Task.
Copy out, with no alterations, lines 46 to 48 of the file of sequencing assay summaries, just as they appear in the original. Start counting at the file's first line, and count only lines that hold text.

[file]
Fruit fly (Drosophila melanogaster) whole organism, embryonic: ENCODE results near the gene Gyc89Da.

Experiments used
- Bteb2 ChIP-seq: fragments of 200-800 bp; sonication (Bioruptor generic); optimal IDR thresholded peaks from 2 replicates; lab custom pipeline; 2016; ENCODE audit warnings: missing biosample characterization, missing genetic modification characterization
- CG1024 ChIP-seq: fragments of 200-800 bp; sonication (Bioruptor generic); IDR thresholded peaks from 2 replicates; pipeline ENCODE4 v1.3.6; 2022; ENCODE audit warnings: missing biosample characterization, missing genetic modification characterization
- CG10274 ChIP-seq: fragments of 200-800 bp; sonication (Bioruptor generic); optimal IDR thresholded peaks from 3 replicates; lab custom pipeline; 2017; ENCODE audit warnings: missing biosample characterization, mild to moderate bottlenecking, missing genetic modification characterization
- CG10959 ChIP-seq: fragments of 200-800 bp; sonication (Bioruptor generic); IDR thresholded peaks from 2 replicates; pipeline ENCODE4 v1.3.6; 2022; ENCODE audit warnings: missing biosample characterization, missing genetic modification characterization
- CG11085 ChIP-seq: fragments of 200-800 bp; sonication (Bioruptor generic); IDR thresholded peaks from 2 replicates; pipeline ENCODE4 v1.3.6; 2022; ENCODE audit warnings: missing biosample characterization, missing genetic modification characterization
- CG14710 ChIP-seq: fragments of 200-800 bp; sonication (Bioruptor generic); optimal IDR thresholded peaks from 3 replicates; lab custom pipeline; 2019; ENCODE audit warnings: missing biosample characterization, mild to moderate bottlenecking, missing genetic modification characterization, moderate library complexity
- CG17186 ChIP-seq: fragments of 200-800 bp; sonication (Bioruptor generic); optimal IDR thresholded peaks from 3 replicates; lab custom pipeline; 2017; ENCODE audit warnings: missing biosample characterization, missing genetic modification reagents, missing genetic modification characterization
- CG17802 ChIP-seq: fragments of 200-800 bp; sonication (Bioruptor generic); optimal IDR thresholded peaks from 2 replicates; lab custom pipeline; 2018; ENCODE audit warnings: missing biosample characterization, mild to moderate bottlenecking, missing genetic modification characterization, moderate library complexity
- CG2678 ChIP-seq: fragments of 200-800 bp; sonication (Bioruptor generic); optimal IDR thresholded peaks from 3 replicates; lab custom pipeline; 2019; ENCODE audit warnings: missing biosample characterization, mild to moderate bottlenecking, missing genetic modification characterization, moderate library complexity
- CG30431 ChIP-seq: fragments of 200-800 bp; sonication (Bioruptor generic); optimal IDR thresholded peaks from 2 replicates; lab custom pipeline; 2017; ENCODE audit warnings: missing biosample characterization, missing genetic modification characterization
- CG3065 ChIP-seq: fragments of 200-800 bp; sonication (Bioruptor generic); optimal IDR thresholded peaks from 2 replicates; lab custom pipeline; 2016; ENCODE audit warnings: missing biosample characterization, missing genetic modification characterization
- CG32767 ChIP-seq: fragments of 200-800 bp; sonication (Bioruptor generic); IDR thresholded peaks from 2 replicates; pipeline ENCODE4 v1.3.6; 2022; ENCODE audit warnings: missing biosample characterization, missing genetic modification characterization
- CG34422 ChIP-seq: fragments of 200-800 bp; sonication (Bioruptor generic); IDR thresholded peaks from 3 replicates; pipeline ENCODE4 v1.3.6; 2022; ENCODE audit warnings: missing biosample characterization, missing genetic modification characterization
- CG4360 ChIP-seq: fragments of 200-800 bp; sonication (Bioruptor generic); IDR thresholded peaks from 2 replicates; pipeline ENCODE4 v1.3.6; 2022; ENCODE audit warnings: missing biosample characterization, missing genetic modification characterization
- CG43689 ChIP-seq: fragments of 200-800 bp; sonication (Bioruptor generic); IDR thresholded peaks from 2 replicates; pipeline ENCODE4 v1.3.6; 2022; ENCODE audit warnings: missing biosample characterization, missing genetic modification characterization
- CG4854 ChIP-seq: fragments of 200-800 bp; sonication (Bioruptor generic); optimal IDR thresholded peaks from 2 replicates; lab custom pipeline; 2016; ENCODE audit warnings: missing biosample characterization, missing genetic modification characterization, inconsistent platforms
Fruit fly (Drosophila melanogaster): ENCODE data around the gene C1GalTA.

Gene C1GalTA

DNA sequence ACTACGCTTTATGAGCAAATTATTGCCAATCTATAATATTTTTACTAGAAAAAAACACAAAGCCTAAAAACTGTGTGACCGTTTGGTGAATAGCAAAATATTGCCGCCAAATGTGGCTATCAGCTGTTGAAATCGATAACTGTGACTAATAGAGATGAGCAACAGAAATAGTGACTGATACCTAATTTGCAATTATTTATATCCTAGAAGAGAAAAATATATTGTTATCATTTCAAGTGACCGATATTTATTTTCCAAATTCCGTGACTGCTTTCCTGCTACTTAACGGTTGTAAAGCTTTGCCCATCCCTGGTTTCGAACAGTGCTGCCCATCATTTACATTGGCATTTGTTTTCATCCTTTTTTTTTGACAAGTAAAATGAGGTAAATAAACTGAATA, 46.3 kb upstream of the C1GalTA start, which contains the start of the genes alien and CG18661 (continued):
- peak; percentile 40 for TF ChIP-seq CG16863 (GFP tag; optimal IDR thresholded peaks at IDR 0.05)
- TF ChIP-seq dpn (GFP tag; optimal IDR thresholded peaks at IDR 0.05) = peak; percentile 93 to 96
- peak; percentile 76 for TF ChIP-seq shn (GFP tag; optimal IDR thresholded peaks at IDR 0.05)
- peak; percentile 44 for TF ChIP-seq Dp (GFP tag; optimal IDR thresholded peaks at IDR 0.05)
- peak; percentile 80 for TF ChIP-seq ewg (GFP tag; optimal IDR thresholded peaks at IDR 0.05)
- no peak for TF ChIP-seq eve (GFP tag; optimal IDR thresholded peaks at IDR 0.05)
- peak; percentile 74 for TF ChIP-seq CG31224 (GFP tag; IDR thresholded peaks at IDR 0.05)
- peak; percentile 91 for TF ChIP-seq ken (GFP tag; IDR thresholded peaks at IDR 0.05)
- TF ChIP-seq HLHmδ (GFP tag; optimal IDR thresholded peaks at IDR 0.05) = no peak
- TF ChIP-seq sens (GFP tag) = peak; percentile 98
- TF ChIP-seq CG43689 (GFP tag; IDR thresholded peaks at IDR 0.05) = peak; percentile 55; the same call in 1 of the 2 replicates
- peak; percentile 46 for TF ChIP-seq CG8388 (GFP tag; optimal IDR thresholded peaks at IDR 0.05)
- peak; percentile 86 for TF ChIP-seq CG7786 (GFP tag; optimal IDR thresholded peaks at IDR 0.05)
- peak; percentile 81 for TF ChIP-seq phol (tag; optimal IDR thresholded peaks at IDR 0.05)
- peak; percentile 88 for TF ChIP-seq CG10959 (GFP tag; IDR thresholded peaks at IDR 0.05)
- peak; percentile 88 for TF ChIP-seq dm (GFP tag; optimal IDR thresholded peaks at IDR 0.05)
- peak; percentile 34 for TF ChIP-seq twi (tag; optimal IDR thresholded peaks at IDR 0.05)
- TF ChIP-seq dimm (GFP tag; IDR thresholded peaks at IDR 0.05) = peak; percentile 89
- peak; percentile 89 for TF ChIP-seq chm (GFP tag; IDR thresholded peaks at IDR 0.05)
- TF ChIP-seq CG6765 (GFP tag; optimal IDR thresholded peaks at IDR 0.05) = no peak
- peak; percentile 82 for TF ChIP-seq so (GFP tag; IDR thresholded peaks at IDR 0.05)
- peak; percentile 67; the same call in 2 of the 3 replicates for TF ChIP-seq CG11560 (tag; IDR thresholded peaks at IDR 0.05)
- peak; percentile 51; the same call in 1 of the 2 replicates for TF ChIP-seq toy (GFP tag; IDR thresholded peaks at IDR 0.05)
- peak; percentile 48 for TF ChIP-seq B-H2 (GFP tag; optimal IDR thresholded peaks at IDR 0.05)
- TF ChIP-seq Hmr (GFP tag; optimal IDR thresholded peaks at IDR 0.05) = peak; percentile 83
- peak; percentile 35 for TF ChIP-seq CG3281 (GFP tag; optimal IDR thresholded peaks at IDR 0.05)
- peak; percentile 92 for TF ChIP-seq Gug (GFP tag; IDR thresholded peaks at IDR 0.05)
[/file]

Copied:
- TF ChIP-seq Hmr (GFP tag; optimal IDR thresholded peaks at IDR 0.05) = peak; percentile 83
- peak; percentile 35 for TF ChIP-seq CG3281 (GFP tag; optimal IDR thresholded peaks at IDR 0.05)
- peak; percentile 92 for TF ChIP-seq Gug (GFP tag; IDR thresholded peaks at IDR 0.05)